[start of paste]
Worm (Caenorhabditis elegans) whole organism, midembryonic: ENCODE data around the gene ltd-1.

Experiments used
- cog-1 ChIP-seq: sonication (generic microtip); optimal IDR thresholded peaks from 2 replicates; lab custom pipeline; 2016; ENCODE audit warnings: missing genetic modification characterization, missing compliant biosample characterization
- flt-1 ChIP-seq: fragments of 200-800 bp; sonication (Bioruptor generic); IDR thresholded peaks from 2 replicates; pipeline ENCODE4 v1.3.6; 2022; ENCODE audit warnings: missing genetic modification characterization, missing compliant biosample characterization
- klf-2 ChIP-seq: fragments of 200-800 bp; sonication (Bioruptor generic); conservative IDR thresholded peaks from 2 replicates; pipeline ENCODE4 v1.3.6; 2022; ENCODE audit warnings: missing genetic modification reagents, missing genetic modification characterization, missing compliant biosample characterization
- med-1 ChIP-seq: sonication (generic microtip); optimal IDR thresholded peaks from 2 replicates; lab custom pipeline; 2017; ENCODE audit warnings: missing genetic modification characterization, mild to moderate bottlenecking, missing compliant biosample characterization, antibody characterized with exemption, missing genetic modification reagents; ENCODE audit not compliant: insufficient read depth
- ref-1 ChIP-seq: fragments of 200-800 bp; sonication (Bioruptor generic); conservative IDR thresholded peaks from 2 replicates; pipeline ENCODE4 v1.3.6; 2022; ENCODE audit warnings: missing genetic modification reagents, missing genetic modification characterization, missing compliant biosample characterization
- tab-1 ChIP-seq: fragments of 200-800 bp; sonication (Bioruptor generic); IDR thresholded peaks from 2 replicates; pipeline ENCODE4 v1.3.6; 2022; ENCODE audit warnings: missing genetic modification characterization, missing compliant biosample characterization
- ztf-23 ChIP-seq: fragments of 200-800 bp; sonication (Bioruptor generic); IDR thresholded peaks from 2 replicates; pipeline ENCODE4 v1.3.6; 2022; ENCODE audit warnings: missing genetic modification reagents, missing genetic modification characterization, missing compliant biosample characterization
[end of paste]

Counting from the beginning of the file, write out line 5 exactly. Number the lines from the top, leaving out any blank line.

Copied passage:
- klf-2 ChIP-seq: fragments of 200-800 bp; sonication (Bioruptor generic); conservative IDR thresholded peaks from 2 replicates; pipeline ENCODE4 v1.3.6; 2022; ENCODE audit warnings: missing genetic modification reagents, missing genetic modification characterization, missing compliant biosample characterization